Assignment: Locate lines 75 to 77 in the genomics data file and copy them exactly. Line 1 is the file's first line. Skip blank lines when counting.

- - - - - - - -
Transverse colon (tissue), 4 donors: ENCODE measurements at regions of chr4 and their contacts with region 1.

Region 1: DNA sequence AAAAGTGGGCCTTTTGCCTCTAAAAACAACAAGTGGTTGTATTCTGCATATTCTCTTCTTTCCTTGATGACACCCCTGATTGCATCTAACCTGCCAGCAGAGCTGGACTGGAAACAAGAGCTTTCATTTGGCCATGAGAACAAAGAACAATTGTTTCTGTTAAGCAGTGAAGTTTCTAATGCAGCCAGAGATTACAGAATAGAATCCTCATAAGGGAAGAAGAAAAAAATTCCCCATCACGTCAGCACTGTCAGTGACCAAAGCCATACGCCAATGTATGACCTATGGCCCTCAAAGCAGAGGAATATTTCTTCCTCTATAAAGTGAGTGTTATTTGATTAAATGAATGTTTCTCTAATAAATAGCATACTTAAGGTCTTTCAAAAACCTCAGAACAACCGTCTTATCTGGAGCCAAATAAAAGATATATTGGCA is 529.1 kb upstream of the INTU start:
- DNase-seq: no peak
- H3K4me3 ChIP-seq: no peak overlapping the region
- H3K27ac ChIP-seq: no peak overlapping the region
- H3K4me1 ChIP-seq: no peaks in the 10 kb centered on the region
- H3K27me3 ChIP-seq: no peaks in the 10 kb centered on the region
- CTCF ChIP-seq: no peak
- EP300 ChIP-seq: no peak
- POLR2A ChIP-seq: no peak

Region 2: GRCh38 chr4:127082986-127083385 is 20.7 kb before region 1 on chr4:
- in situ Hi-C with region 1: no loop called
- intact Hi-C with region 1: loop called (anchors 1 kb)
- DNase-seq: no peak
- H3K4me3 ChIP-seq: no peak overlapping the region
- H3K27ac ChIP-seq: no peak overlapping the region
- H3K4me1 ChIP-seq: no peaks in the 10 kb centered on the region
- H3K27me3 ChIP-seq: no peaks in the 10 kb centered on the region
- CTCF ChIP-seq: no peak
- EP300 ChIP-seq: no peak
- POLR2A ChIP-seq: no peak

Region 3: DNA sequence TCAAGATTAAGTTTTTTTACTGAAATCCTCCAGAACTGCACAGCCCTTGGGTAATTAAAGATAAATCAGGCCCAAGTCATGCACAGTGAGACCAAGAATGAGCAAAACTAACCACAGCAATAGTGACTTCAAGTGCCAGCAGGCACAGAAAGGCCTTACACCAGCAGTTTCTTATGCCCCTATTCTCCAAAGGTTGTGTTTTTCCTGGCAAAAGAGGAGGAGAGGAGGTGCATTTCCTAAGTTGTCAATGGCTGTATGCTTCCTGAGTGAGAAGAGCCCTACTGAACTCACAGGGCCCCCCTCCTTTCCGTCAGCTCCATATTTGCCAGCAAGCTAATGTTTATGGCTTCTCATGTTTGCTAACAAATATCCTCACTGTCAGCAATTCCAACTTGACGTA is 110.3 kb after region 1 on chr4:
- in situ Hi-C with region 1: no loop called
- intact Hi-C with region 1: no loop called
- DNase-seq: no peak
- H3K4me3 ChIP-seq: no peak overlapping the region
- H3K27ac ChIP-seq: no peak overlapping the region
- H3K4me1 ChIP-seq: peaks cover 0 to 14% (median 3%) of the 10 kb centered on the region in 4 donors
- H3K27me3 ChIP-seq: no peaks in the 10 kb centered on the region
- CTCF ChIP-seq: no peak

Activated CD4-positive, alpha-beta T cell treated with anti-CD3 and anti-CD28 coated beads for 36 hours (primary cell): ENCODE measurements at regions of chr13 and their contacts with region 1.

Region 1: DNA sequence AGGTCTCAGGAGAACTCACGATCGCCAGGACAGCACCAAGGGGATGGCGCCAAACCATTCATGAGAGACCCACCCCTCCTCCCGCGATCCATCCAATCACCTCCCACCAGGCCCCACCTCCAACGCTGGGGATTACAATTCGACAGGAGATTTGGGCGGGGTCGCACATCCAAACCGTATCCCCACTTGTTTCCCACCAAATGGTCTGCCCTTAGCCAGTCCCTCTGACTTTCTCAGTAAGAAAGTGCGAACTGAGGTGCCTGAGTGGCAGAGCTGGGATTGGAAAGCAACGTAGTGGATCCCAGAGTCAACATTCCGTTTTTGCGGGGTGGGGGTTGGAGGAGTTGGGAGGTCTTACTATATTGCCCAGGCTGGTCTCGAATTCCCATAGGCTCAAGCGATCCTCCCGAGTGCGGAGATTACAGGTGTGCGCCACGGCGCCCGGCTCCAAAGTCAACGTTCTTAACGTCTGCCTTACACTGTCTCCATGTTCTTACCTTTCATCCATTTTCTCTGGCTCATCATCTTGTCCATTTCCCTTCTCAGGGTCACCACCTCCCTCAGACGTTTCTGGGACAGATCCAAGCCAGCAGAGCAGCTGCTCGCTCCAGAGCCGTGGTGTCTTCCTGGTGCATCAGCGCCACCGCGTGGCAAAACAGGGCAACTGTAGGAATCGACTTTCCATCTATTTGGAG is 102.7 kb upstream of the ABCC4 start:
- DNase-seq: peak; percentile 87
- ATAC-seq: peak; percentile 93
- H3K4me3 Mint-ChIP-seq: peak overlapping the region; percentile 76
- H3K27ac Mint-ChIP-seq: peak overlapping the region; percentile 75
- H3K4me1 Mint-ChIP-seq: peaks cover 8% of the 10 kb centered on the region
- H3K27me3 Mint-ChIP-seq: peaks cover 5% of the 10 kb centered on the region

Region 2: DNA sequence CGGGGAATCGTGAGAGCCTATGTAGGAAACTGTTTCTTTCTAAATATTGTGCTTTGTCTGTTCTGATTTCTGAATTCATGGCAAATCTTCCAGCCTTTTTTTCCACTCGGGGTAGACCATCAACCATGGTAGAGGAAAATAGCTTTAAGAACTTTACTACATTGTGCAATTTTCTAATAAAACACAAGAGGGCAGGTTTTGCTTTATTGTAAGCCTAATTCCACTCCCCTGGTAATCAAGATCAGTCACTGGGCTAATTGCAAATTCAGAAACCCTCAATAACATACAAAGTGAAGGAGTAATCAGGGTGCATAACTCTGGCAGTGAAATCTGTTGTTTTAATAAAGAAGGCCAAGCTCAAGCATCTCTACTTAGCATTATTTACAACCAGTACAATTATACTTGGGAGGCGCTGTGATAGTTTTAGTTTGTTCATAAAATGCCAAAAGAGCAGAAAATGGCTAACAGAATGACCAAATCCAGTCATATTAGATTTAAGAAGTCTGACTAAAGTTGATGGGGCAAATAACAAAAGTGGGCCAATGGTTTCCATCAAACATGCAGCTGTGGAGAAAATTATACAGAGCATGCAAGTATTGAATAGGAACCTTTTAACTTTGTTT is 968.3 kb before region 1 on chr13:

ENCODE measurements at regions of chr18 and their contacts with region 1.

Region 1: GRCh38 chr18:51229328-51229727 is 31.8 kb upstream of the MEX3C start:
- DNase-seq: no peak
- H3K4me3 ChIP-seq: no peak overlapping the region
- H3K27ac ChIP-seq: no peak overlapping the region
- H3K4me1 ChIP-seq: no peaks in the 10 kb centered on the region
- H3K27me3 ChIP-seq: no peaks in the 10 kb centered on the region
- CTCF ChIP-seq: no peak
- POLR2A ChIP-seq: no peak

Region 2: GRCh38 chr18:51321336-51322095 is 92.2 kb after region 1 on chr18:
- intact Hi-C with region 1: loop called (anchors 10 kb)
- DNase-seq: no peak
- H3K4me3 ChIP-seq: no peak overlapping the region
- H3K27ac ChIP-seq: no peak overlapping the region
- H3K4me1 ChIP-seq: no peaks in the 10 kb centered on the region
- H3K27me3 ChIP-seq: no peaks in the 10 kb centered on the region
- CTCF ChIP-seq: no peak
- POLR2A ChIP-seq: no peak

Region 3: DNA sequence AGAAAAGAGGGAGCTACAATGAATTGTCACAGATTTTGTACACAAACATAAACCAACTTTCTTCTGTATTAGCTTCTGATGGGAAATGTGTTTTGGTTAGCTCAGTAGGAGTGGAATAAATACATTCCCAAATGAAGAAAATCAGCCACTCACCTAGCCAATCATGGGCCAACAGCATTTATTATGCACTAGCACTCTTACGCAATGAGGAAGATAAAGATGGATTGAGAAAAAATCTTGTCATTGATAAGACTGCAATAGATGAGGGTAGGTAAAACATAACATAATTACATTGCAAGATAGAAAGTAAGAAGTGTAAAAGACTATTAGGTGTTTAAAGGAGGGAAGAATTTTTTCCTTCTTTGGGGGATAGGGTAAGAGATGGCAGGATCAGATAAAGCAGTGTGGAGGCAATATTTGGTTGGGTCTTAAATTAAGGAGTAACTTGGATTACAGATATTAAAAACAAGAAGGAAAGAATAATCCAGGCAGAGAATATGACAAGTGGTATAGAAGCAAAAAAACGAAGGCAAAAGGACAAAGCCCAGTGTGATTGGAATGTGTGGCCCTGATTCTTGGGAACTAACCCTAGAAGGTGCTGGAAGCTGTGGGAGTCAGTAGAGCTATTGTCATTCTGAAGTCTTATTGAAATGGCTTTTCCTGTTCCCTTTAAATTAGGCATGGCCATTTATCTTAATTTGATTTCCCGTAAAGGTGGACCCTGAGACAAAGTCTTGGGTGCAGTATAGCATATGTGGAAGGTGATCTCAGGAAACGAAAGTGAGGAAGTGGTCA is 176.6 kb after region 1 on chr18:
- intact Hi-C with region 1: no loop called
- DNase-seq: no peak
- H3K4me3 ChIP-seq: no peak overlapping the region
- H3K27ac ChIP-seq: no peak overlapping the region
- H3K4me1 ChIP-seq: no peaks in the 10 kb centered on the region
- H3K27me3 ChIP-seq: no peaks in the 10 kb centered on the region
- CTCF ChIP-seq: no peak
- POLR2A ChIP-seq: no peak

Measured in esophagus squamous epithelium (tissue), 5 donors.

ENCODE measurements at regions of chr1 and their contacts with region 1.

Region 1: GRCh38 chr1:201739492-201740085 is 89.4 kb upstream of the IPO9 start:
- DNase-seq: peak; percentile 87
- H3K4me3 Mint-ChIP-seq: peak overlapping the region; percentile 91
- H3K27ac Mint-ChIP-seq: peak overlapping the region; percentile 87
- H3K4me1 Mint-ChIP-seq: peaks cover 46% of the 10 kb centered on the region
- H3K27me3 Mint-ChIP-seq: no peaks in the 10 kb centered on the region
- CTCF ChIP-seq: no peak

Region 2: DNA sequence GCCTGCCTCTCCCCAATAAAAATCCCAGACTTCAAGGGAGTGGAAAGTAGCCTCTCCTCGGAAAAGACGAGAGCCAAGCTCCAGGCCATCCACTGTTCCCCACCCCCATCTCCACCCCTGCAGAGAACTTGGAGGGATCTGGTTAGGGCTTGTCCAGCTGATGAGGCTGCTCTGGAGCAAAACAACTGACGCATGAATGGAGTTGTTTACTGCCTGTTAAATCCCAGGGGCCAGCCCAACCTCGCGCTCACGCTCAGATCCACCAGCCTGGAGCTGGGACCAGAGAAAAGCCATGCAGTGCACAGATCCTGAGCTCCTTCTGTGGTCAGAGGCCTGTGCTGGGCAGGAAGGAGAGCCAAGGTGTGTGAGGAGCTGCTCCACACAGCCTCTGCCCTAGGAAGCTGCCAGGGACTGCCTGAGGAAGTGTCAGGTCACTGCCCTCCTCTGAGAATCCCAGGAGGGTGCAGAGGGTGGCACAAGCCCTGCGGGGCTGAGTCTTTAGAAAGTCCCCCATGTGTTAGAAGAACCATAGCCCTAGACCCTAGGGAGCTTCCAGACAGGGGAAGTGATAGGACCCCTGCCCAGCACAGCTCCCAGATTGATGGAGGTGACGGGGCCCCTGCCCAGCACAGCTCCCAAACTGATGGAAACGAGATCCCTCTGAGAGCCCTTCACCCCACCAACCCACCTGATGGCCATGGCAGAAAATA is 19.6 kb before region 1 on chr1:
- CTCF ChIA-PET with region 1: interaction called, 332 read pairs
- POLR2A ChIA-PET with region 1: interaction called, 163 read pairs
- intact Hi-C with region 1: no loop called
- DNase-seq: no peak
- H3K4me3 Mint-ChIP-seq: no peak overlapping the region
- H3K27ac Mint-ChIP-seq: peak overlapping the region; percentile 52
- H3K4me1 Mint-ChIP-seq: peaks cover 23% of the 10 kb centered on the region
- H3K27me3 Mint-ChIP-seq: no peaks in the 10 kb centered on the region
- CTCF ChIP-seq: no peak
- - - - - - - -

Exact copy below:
- CTCF ChIP-seq: no peak

Region 2: DNA sequence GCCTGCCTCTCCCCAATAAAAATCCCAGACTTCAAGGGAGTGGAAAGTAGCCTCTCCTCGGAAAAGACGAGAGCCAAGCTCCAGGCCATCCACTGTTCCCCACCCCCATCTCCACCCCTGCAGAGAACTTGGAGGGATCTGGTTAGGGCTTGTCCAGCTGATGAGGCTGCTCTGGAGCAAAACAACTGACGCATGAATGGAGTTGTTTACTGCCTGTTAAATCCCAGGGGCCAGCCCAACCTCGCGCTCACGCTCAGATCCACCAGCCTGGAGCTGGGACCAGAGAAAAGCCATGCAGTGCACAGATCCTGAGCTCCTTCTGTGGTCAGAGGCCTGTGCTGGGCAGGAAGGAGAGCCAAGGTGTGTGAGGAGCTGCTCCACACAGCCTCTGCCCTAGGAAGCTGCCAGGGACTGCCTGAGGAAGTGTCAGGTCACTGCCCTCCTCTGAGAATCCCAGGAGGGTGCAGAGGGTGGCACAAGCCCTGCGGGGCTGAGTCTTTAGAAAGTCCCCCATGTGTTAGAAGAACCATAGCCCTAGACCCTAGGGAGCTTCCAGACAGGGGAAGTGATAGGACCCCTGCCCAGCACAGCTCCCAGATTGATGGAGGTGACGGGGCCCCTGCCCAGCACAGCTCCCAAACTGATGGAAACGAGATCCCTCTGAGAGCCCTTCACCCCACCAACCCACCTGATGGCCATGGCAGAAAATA is 19.6 kb before region 1 on chr1:
- CTCF ChIA-PET with region 1: interaction called, 332 read pairs